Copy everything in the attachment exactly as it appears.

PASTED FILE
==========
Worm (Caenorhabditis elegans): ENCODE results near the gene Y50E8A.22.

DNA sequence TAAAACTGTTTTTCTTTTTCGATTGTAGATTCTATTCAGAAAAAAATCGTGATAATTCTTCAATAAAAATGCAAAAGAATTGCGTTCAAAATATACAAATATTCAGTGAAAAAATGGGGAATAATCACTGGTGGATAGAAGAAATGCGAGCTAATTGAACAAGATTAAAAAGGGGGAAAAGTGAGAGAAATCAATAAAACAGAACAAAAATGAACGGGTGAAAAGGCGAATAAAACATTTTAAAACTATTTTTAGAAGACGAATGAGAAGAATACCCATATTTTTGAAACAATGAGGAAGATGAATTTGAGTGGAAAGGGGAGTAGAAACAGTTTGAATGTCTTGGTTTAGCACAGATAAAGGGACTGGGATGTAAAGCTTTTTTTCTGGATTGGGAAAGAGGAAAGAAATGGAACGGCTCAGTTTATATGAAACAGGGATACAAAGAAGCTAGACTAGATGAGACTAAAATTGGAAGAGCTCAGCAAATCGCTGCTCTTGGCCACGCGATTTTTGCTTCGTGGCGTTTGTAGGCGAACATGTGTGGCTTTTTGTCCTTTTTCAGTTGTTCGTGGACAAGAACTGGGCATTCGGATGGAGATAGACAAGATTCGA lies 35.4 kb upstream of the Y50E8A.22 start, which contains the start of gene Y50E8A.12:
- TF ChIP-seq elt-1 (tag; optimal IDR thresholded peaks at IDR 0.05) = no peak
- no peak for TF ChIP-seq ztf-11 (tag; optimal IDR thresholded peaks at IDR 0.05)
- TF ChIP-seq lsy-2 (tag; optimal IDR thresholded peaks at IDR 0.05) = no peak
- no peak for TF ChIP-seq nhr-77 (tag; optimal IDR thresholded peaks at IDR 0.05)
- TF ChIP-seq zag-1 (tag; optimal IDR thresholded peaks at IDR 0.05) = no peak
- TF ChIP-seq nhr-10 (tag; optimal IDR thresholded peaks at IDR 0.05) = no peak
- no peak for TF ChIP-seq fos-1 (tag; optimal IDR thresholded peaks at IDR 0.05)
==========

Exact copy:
Worm (Caenorhabditis elegans): ENCODE results near the gene Y50E8A.22.

DNA sequence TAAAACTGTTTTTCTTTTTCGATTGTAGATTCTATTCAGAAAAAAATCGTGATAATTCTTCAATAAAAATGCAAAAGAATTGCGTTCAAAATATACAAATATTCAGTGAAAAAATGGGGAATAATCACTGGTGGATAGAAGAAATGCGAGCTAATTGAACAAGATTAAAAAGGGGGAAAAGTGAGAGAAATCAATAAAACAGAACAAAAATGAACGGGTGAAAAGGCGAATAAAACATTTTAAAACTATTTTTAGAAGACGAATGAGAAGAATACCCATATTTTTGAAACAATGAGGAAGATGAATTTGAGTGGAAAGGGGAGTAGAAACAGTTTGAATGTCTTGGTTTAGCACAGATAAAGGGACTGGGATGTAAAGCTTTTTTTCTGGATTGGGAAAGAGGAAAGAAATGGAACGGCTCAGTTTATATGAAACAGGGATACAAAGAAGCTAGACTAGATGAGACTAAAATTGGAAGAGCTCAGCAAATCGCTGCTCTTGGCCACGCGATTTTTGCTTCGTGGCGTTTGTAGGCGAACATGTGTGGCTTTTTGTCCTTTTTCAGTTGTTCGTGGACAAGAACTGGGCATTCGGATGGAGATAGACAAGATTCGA lies 35.4 kb upstream of the Y50E8A.22 start, which contains the start of gene Y50E8A.12:
- TF ChIP-seq elt-1 (tag; optimal IDR thresholded peaks at IDR 0.05) = no peak
- no peak for TF ChIP-seq ztf-11 (tag; optimal IDR thresholded peaks at IDR 0.05)
- TF ChIP-seq lsy-2 (tag; optimal IDR thresholded peaks at IDR 0.05) = no peak
- no peak for TF ChIP-seq nhr-77 (tag; optimal IDR thresholded peaks at IDR 0.05)
- TF ChIP-seq zag-1 (tag; optimal IDR thresholded peaks at IDR 0.05) = no peak
- TF ChIP-seq nhr-10 (tag; optimal IDR thresholded peaks at IDR 0.05) = no peak
- no peak for TF ChIP-seq fos-1 (tag; optimal IDR thresholded peaks at IDR 0.05)